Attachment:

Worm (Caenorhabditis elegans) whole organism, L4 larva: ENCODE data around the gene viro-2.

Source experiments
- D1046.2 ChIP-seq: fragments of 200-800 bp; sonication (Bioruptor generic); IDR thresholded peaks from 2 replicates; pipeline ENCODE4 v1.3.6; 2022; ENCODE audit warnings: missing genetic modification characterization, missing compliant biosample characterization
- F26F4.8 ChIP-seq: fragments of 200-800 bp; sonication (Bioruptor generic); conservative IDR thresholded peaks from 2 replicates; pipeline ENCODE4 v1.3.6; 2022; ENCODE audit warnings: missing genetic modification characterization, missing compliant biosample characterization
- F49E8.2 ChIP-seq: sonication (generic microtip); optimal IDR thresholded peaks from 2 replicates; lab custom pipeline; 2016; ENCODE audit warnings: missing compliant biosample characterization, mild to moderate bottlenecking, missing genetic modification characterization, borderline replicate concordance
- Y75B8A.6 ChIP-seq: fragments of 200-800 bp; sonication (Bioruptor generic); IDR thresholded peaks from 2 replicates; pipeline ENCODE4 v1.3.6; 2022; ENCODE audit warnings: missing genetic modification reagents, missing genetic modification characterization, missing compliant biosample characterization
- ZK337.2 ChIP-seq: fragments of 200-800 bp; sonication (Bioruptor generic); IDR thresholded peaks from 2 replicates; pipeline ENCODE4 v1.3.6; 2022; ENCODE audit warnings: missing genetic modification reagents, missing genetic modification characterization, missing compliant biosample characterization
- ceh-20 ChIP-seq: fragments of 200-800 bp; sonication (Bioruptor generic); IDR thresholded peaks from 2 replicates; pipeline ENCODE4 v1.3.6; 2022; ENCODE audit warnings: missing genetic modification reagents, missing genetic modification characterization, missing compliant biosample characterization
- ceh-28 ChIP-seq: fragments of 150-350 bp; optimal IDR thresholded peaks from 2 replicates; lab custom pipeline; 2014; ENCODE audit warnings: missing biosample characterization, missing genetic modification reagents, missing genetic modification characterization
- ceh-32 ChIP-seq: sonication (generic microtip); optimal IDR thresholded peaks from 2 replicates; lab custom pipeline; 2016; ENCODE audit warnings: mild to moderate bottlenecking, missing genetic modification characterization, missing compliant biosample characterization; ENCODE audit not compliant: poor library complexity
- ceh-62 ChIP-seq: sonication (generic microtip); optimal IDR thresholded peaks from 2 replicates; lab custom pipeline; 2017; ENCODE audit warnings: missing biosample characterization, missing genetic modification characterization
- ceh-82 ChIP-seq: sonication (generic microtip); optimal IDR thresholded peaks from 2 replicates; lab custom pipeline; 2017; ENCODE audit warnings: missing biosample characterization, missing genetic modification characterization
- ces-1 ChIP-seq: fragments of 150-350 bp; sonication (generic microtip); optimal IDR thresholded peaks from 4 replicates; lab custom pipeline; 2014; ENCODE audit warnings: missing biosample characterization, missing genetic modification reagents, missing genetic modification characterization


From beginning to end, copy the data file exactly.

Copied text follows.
Worm (Caenorhabditis elegans) whole organism, L4 larva: ENCODE data around the gene viro-2.

Source experiments
- D1046.2 ChIP-seq: fragments of 200-800 bp; sonication (Bioruptor generic); IDR thresholded peaks from 2 replicates; pipeline ENCODE4 v1.3.6; 2022; ENCODE audit warnings: missing genetic modification characterization, missing compliant biosample characterization
- F26F4.8 ChIP-seq: fragments of 200-800 bp; sonication (Bioruptor generic); conservative IDR thresholded peaks from 2 replicates; pipeline ENCODE4 v1.3.6; 2022; ENCODE audit warnings: missing genetic modification characterization, missing compliant biosample characterization
- F49E8.2 ChIP-seq: sonication (generic microtip); optimal IDR thresholded peaks from 2 replicates; lab custom pipeline; 2016; ENCODE audit warnings: missing compliant biosample characterization, mild to moderate bottlenecking, missing genetic modification characterization, borderline replicate concordance
- Y75B8A.6 ChIP-seq: fragments of 200-800 bp; sonication (Bioruptor generic); IDR thresholded peaks from 2 replicates; pipeline ENCODE4 v1.3.6; 2022; ENCODE audit warnings: missing genetic modification reagents, missing genetic modification characterization, missing compliant biosample characterization
- ZK337.2 ChIP-seq: fragments of 200-800 bp; sonication (Bioruptor generic); IDR thresholded peaks from 2 replicates; pipeline ENCODE4 v1.3.6; 2022; ENCODE audit warnings: missing genetic modification reagents, missing genetic modification characterization, missing compliant biosample characterization
- ceh-20 ChIP-seq: fragments of 200-800 bp; sonication (Bioruptor generic); IDR thresholded peaks from 2 replicates; pipeline ENCODE4 v1.3.6; 2022; ENCODE audit warnings: missing genetic modification reagents, missing genetic modification characterization, missing compliant biosample characterization
- ceh-28 ChIP-seq: fragments of 150-350 bp; optimal IDR thresholded peaks from 2 replicates; lab custom pipeline; 2014; ENCODE audit warnings: missing biosample characterization, missing genetic modification reagents, missing genetic modification characterization
- ceh-32 ChIP-seq: sonication (generic microtip); optimal IDR thresholded peaks from 2 replicates; lab custom pipeline; 2016; ENCODE audit warnings: mild to moderate bottlenecking, missing genetic modification characterization, missing compliant biosample characterization; ENCODE audit not compliant: poor library complexity
- ceh-62 ChIP-seq: sonication (generic microtip); optimal IDR thresholded peaks from 2 replicates; lab custom pipeline; 2017; ENCODE audit warnings: missing biosample characterization, missing genetic modification characterization
- ceh-82 ChIP-seq: sonication (generic microtip); optimal IDR thresholded peaks from 2 replicates; lab custom pipeline; 2017; ENCODE audit warnings: missing biosample characterization, missing genetic modification characterization
- ces-1 ChIP-seq: fragments of 150-350 bp; sonication (generic microtip); optimal IDR thresholded peaks from 4 replicates; lab custom pipeline; 2014; ENCODE audit warnings: missing biosample characterization, missing genetic modification reagents, missing genetic modification characterization